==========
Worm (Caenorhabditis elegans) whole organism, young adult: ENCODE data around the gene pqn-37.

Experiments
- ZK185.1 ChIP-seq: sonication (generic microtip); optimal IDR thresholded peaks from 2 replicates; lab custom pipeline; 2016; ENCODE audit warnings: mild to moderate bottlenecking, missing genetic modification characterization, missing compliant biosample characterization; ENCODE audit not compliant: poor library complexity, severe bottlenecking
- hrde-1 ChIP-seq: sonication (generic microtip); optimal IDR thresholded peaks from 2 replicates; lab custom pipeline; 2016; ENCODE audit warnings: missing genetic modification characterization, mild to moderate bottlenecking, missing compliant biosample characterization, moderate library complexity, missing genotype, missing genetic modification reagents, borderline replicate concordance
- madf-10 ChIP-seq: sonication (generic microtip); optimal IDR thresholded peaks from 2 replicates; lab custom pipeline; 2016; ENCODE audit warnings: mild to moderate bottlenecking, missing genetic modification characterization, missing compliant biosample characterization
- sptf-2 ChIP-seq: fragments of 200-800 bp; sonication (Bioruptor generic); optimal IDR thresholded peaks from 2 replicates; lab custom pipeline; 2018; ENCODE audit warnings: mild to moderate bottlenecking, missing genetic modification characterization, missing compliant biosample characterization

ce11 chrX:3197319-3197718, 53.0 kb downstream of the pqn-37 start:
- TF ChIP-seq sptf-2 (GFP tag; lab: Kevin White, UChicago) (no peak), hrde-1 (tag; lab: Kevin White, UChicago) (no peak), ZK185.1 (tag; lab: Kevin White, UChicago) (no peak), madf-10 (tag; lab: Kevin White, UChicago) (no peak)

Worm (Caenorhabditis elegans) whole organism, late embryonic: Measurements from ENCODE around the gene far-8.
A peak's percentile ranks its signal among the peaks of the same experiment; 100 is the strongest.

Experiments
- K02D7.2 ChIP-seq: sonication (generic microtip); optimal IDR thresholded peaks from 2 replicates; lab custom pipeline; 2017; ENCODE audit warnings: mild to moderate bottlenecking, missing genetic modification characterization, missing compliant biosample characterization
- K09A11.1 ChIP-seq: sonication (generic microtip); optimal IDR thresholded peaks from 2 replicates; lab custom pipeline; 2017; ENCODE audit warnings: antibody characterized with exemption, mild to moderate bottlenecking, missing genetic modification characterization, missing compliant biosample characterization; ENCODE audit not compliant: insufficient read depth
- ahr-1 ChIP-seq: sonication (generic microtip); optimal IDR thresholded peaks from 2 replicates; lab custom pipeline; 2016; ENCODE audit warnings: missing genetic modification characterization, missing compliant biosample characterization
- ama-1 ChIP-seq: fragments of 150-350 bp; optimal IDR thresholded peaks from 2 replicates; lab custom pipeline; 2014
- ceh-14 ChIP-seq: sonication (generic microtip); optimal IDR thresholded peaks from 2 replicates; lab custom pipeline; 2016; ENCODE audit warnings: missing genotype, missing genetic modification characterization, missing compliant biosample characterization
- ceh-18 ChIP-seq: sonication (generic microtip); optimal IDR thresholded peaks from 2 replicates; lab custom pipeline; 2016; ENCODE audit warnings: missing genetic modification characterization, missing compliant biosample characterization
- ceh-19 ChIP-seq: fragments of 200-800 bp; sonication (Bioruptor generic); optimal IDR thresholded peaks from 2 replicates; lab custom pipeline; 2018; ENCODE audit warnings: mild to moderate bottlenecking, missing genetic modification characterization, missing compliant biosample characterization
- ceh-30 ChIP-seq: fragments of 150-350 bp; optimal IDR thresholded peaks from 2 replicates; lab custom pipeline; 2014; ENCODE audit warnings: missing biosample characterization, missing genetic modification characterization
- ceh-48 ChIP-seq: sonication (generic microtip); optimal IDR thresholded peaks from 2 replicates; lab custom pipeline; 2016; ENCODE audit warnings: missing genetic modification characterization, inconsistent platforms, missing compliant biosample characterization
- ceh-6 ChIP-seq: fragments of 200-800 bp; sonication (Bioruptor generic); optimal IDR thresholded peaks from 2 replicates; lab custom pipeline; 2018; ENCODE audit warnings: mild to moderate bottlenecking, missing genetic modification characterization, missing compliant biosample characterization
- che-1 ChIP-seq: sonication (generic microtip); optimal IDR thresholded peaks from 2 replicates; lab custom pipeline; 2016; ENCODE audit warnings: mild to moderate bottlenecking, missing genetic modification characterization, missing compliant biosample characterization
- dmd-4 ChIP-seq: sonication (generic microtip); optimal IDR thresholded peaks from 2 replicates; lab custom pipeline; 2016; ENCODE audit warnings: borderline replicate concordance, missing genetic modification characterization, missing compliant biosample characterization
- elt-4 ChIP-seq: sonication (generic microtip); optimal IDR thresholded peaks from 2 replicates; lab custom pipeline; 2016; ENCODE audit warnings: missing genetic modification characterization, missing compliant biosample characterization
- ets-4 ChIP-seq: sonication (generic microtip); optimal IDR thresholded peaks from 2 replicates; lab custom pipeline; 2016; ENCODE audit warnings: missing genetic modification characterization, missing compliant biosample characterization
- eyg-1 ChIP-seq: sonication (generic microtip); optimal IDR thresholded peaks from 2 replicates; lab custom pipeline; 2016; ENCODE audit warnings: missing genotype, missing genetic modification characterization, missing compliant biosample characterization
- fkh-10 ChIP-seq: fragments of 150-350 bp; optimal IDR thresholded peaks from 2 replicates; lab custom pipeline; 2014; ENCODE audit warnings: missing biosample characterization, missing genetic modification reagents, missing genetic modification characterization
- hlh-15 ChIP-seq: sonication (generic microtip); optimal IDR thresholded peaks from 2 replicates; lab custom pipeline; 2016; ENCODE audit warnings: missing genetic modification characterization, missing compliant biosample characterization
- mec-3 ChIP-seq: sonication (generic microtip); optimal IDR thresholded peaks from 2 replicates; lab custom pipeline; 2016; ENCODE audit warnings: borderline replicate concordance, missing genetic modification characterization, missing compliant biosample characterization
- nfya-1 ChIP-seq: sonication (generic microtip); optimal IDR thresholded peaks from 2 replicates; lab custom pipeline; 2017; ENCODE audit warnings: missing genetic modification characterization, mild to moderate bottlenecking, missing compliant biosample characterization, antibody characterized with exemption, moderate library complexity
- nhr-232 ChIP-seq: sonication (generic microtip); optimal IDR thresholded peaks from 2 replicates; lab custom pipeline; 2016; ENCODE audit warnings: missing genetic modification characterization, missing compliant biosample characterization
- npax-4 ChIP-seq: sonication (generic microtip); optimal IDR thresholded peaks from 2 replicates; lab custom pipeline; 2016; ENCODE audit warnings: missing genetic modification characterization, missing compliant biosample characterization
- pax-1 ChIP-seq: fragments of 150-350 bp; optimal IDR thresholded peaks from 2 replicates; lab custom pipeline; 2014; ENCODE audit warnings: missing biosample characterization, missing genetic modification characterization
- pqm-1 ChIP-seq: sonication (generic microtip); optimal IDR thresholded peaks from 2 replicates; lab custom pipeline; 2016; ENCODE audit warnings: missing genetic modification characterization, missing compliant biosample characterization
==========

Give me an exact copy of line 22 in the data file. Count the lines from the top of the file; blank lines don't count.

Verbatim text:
- che-1 ChIP-seq: sonication (generic microtip); optimal IDR thresholded peaks from 2 replicates; lab custom pipeline; 2016; ENCODE audit warnings: mild to moderate bottlenecking, missing genetic modification characterization, missing compliant biosample characterization